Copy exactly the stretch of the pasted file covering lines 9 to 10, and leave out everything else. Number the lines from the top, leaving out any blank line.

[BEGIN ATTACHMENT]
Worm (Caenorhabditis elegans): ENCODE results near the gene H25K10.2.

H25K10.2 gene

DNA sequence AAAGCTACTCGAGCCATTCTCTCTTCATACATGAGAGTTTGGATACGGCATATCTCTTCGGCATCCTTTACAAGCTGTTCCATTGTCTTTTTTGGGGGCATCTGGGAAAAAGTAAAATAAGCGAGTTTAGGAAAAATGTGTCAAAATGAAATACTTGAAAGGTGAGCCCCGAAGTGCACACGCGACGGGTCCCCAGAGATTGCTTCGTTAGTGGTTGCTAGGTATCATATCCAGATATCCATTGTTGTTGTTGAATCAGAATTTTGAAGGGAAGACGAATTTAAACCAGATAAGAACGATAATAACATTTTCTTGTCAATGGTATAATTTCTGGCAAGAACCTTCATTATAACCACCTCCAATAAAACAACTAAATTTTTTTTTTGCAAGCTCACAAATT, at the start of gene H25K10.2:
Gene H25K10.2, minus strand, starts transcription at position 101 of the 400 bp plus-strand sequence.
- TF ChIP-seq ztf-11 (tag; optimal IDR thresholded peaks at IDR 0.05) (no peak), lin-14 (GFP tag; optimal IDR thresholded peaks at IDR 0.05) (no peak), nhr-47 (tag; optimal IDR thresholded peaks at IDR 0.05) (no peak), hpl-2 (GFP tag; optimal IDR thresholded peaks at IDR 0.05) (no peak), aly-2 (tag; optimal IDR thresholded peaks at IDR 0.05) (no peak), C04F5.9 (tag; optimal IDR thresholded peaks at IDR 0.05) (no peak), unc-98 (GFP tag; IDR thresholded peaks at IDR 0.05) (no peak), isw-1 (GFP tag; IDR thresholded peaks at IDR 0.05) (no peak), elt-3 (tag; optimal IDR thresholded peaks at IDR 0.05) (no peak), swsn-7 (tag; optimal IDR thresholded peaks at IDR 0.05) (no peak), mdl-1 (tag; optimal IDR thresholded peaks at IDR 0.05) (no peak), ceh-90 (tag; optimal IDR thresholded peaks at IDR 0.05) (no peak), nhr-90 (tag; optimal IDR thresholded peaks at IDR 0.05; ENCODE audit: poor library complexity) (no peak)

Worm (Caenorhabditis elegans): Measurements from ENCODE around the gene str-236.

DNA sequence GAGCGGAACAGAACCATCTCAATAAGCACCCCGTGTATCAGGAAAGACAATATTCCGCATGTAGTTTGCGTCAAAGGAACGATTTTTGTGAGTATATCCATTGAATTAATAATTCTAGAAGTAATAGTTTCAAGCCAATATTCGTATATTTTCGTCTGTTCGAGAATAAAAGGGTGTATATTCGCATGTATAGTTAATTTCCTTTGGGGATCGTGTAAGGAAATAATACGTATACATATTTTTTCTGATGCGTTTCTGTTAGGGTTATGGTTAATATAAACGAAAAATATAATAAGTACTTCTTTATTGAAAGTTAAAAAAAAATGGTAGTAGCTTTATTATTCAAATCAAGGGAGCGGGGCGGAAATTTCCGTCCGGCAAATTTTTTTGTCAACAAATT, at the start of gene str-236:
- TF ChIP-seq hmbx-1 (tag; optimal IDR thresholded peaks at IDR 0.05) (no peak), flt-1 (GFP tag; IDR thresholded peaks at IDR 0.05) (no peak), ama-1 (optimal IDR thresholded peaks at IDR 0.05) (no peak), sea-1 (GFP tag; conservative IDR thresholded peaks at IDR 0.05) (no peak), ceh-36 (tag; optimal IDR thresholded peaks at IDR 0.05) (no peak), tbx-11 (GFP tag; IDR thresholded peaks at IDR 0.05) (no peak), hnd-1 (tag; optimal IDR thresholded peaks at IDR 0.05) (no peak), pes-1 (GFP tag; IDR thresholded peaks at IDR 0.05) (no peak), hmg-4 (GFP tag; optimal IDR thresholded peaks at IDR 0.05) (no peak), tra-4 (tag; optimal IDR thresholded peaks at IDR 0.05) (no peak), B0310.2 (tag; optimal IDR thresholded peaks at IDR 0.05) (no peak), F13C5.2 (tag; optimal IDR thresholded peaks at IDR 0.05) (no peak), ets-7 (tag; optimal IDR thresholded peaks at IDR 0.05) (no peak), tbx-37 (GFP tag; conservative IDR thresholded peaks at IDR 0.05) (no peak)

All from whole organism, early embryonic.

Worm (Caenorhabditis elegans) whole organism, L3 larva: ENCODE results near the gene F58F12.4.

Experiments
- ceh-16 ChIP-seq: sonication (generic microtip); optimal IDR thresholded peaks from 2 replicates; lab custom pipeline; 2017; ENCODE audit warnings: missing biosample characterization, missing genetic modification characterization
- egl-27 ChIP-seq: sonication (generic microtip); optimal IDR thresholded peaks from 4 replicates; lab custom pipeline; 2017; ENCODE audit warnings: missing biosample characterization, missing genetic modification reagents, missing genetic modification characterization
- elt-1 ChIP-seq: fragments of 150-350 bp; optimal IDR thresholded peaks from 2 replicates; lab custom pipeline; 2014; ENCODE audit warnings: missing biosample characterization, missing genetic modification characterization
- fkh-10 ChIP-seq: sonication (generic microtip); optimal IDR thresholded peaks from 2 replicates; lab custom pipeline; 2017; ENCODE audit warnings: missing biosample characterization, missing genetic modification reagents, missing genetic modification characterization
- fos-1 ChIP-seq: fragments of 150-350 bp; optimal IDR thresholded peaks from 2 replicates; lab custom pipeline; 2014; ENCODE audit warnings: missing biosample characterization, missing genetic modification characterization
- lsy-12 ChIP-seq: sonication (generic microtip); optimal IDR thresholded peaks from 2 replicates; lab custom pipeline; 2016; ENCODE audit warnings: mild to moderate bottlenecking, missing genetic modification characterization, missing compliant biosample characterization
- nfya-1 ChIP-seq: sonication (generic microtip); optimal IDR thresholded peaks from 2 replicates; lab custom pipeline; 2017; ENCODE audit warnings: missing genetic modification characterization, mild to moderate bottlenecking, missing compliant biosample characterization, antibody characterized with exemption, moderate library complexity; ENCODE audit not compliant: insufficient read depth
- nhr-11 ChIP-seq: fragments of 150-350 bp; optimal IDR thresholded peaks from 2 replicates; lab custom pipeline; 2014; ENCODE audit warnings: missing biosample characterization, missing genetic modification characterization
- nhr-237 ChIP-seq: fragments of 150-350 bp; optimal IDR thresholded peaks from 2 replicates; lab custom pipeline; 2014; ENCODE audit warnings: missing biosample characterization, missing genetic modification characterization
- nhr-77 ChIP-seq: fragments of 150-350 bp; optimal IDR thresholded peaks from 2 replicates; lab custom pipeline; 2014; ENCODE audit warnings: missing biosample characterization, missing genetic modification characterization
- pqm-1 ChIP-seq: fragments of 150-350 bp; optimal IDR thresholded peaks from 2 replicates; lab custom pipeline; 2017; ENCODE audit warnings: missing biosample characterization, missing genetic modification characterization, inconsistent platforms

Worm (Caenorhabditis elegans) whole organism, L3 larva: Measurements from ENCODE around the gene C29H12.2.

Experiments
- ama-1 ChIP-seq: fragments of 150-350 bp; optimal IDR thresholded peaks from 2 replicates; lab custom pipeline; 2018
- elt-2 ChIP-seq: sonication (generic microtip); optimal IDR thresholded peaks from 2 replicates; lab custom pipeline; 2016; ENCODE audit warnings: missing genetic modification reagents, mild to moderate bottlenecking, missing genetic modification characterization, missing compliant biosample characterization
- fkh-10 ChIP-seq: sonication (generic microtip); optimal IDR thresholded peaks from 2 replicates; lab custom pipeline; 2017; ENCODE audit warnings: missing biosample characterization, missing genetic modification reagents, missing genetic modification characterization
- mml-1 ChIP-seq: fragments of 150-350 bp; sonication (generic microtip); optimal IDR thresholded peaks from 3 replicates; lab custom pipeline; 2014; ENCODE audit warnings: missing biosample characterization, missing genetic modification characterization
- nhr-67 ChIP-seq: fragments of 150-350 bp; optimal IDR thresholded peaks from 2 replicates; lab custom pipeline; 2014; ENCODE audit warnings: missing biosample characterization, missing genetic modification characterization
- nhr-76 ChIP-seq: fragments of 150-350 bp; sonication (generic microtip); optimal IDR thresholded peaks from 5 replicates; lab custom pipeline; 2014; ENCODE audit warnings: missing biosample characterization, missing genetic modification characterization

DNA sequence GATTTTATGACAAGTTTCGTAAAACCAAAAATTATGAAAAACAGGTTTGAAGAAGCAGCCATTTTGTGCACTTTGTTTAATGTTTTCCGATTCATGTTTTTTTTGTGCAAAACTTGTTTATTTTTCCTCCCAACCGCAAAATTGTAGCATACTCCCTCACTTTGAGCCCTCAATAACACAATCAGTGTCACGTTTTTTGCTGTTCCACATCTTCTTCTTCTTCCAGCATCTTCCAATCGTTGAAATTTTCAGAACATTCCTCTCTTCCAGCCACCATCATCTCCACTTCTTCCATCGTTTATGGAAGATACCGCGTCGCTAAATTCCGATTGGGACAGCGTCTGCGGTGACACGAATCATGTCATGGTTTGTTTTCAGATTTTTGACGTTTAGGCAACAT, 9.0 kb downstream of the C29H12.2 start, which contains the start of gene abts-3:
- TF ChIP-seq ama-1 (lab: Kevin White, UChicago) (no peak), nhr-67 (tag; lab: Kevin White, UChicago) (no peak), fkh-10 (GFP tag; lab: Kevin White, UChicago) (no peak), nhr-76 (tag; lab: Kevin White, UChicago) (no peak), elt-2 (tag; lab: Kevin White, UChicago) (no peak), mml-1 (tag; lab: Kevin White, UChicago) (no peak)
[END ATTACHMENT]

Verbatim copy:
All from whole organism, early embryonic.

Worm (Caenorhabditis elegans) whole organism, L3 larva: ENCODE results near the gene F58F12.4.